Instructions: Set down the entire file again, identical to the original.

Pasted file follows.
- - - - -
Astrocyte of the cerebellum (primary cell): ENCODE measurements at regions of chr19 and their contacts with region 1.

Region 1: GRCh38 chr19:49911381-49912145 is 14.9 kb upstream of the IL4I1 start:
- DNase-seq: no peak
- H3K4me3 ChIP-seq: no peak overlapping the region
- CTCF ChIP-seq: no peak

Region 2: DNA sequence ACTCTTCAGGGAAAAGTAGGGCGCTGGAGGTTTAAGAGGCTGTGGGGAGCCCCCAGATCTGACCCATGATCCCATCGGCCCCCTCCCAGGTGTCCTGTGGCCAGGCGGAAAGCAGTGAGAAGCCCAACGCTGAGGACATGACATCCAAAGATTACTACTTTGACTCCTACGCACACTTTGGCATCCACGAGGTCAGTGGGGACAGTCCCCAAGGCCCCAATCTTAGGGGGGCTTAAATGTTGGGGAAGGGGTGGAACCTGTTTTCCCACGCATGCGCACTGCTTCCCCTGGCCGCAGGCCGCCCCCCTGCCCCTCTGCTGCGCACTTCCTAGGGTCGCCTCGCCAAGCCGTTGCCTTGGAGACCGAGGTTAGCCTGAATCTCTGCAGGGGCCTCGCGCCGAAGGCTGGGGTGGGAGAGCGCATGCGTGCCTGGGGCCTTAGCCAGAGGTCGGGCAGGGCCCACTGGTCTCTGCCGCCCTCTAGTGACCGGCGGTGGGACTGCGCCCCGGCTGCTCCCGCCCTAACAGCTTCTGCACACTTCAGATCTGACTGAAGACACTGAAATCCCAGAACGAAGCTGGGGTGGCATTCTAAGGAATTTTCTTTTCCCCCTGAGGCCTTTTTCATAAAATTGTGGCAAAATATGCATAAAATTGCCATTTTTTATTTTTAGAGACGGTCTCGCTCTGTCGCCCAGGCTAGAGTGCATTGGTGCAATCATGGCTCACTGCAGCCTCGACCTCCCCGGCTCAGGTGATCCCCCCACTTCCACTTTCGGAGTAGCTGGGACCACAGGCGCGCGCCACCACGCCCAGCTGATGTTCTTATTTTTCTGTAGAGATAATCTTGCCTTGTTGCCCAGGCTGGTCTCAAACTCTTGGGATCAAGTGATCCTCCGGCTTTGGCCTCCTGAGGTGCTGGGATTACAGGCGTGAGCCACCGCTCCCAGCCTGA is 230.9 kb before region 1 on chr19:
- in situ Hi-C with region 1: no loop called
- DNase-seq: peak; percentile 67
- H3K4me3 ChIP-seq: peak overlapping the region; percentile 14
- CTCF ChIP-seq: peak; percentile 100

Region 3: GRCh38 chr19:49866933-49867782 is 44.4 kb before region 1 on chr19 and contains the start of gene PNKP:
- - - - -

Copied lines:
Astrocyte of the cerebellum (primary cell): ENCODE measurements at regions of chr19 and their contacts with region 1.

Region 1: GRCh38 chr19:49911381-49912145 is 14.9 kb upstream of the IL4I1 start:
- DNase-seq: no peak
- H3K4me3 ChIP-seq: no peak overlapping the region
- CTCF ChIP-seq: no peak

Region 2: DNA sequence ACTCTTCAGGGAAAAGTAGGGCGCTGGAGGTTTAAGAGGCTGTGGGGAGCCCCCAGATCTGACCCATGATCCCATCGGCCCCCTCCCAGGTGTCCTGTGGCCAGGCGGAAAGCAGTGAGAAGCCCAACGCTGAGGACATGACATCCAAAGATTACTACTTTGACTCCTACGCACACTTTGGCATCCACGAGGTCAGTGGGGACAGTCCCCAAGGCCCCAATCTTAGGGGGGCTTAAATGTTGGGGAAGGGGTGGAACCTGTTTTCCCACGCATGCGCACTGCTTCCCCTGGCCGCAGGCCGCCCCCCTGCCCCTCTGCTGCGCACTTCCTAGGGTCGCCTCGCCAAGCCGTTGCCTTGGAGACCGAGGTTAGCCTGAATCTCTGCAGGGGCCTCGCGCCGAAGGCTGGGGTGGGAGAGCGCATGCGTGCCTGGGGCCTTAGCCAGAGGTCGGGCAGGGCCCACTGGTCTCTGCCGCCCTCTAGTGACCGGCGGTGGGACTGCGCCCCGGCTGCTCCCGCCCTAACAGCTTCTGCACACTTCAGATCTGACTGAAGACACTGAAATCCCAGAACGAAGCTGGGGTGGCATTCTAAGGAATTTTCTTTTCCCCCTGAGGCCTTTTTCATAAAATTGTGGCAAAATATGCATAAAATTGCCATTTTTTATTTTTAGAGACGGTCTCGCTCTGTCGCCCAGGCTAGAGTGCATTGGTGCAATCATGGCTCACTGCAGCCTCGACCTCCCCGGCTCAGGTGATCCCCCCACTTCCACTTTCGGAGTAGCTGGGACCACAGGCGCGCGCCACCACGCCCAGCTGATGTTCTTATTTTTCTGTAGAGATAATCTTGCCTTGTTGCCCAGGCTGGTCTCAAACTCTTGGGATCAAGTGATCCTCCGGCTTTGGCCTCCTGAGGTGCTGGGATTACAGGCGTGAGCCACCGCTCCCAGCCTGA is 230.9 kb before region 1 on chr19:
- in situ Hi-C with region 1: no loop called
- DNase-seq: peak; percentile 67
- H3K4me3 ChIP-seq: peak overlapping the region; percentile 14
- CTCF ChIP-seq: peak; percentile 100

Region 3: GRCh38 chr19:49866933-49867782 is 44.4 kb before region 1 on chr19 and contains the start of gene PNKP: